If I hadn’t adopted my dog when I did, he would have died.

As it was, his life was marked by neurosis and I’m fairly certain that he was a pure inbred. I don’t mean to dissuade anyone from getting a dalmatian. I do mean to encourage you to do your research about dog breeds if you are considering a new pet. Also, if a movie comes out and popularizes a specific type of pet, be wary of getting one of that kind. And if you already have that breed, please don’t inbreed it just to make a quick buck.

But if you are in a spot like I was and you have the opportunity to give a pet a better home than certain death, feel free to do the right thing, even if it is with a breed of dog that has been hindered by popularity.

Do you have a favorite breed of dog? What fascinating thing can you share about it?

Friday 5 | Click-worthy Links

Wireless Computer Mouse with Wheel

Here are 5 more places online worth checking out:

  1. Worried that robots are going to steal your job? Check here to see if you are safe.
  2. At one time in my life, I really wanted to be an astronaut. Space fascinated me. But my aspirations changed when I made two realizations about myself: I really don’t like the idea of dying in space (always a possibility), and I am probably not smart enough to work for NASA. Little did I know that all you needed for some NASA jobs was the ability to lie down for months at a time.
  3. I don’t know if you can claim the title of pyrotechnics expert if you blow yourself up with your house, but that’s what the headline says.
  4. Where’s Waldo? (He’s really in there somewhere).
  5. When I die, I don’t need a giant pyramid like they had in Egypt, just something reasonable like the 40 foot high ones that they had in Sudan.

Enjoy!

Creative Communities

creativity_incI am reading Creativity, Inc. by Ed Catmull with Amy Wallace. Ed Catmull is one of the co-founders of Pixar. Though his name is probably the least known of the Pixar co-founders—Steve Jobs and John Lasseter being the other two—Ed is the true pioneer in the landscape of computer animation. And he owes much of his success to the collaborative, creative approach of his computer science professors at the University of Utah.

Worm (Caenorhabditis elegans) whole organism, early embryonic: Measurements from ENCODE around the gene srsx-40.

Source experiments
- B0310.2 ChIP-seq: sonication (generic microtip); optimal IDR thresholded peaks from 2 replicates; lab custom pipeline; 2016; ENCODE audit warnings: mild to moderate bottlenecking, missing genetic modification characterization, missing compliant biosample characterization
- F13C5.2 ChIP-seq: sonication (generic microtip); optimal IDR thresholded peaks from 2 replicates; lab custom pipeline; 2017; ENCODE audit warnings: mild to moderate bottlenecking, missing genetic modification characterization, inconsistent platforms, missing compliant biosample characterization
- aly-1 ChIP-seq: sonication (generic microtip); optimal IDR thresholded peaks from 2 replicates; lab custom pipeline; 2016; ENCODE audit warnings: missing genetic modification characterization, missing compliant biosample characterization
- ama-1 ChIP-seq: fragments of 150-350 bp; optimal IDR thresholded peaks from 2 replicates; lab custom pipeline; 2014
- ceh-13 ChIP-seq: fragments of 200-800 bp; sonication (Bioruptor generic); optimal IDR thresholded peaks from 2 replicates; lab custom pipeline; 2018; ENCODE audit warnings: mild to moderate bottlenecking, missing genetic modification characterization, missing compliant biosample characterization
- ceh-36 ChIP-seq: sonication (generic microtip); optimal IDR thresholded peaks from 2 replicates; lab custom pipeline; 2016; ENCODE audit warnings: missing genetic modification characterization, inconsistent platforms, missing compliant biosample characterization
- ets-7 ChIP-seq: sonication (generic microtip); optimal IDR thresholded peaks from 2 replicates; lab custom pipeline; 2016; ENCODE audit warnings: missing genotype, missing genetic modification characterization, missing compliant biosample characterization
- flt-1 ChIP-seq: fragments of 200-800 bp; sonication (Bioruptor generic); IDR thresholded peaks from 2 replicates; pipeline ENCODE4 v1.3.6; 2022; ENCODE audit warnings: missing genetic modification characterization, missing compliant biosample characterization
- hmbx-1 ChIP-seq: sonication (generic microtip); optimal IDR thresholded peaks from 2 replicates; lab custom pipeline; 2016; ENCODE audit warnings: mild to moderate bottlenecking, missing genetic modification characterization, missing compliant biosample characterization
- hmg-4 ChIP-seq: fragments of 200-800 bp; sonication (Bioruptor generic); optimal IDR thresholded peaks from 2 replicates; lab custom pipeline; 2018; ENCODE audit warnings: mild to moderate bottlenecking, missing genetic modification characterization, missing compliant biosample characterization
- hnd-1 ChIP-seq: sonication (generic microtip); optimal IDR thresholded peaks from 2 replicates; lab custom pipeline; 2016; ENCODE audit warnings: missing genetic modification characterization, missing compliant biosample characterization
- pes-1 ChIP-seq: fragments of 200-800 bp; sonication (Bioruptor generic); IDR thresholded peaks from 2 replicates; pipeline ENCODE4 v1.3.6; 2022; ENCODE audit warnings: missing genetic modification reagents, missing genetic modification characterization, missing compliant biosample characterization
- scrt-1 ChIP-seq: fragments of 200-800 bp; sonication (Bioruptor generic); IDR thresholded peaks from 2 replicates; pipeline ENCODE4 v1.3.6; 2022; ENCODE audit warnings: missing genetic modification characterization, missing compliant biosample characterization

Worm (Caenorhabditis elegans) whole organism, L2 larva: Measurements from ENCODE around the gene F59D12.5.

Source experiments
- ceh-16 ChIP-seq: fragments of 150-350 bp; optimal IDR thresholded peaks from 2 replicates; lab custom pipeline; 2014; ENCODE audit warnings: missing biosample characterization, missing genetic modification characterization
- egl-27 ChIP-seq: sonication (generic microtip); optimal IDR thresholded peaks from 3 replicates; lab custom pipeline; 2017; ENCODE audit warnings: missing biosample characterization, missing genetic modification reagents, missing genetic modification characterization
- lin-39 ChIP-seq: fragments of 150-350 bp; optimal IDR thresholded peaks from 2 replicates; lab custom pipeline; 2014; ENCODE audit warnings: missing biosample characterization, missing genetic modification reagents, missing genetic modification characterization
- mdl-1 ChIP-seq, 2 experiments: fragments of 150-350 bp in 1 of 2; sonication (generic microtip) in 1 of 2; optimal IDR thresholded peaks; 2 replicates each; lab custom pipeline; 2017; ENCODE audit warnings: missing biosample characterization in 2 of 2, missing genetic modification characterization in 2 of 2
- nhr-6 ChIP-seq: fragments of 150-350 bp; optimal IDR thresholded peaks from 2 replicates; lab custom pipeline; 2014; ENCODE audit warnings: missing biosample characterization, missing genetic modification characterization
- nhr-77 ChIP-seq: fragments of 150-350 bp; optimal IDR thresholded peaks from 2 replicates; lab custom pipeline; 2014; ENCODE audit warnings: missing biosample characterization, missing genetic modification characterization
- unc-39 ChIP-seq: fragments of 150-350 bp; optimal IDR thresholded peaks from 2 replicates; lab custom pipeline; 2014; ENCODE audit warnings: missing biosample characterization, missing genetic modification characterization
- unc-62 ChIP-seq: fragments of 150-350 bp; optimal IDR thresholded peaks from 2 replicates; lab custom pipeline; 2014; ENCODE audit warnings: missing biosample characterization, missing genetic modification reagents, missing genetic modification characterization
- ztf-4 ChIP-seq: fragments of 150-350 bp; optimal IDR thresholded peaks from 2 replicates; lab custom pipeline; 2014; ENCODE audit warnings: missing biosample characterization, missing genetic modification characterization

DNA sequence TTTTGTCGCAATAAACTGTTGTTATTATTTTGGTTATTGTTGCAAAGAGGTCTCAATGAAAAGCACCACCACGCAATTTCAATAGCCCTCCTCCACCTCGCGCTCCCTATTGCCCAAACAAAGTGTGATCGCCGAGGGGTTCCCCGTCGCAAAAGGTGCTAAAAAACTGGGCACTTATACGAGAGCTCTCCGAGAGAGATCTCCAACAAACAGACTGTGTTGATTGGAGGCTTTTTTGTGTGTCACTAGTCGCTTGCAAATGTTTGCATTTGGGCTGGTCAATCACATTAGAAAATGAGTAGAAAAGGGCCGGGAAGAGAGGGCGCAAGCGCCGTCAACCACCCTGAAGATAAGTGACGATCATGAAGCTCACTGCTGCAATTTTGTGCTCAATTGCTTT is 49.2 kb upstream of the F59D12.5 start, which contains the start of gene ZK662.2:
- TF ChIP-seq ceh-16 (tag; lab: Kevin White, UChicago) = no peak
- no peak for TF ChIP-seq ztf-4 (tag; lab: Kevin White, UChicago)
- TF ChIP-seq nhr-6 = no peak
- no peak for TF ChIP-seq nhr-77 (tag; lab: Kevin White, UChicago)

One of my classmates, Jim Clark, would go on to found Silicon Graphics and Netscape. Another, John Warnock, would co-found Adobe, known for Photoshop and the PDF file format, among other things. Still another, Alan Kay, would lead on a number of fronts, from object-oriented programming to “windowing” graphical user interfaces. In many respects, my fellow students were the most inspirational part of my university experience; this collegial, collaborative atmosphere was vital not just to my enjoyment of the program but also to the quality of the work that I did.
—Ed Catmull, Creativity, Inc.

I know of another such creative community who saw success: the Inklings. The most famous members of the Inklings were C.S. Lewis and J.R.R. Tolkien, but there were a number of successful writers in the group, each creating things in their chosen genre that are known and loved to this day.

Click here for information on a few of the lesser known Inklings

And I am proud to say that I am in such a group as well. My writers group, the Weaklings, may not be as well-known or well-published as the Inklings, or as financially or industriously successful as Ed Catmull’s group from the U of U, but we’re growing more by our combined efforts than we could if we were struggling alone.

Together, we have launched blogs, participated in writing contests, been published in various magazines and books, and founded a writers conference that is free and welcome to everyone.